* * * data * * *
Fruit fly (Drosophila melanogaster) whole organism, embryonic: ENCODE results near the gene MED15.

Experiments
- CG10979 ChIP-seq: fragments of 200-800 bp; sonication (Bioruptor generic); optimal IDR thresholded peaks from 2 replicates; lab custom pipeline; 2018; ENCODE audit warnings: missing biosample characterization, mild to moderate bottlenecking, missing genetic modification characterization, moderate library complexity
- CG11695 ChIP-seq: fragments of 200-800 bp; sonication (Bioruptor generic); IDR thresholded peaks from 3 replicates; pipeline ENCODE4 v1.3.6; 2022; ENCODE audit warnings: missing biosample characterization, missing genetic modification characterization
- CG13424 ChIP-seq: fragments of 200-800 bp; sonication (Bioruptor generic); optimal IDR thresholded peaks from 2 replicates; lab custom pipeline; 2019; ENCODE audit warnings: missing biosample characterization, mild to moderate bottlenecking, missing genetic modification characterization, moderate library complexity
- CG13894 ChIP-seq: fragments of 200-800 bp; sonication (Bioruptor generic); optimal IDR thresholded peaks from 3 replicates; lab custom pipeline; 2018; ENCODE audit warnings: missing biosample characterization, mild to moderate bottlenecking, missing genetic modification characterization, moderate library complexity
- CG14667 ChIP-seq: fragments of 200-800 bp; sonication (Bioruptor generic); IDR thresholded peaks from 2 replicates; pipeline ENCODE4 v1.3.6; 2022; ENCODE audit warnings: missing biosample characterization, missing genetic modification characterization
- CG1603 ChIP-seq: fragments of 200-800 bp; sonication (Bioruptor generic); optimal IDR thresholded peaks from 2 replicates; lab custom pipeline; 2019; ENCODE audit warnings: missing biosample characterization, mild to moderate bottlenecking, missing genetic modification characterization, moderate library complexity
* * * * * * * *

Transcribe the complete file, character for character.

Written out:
Fruit fly (Drosophila melanogaster) whole organism, embryonic: ENCODE results near the gene MED15.

Experiments
- CG10979 ChIP-seq: fragments of 200-800 bp; sonication (Bioruptor generic); optimal IDR thresholded peaks from 2 replicates; lab custom pipeline; 2018; ENCODE audit warnings: missing biosample characterization, mild to moderate bottlenecking, missing genetic modification characterization, moderate library complexity
- CG11695 ChIP-seq: fragments of 200-800 bp; sonication (Bioruptor generic); IDR thresholded peaks from 3 replicates; pipeline ENCODE4 v1.3.6; 2022; ENCODE audit warnings: missing biosample characterization, missing genetic modification characterization
- CG13424 ChIP-seq: fragments of 200-800 bp; sonication (Bioruptor generic); optimal IDR thresholded peaks from 2 replicates; lab custom pipeline; 2019; ENCODE audit warnings: missing biosample characterization, mild to moderate bottlenecking, missing genetic modification characterization, moderate library complexity
- CG13894 ChIP-seq: fragments of 200-800 bp; sonication (Bioruptor generic); optimal IDR thresholded peaks from 3 replicates; lab custom pipeline; 2018; ENCODE audit warnings: missing biosample characterization, mild to moderate bottlenecking, missing genetic modification characterization, moderate library complexity
- CG14667 ChIP-seq: fragments of 200-800 bp; sonication (Bioruptor generic); IDR thresholded peaks from 2 replicates; pipeline ENCODE4 v1.3.6; 2022; ENCODE audit warnings: missing biosample characterization, missing genetic modification characterization
- CG1603 ChIP-seq: fragments of 200-800 bp; sonication (Bioruptor generic); optimal IDR thresholded peaks from 2 replicates; lab custom pipeline; 2019; ENCODE audit warnings: missing biosample characterization, mild to moderate bottlenecking, missing genetic modification characterization, moderate library complexity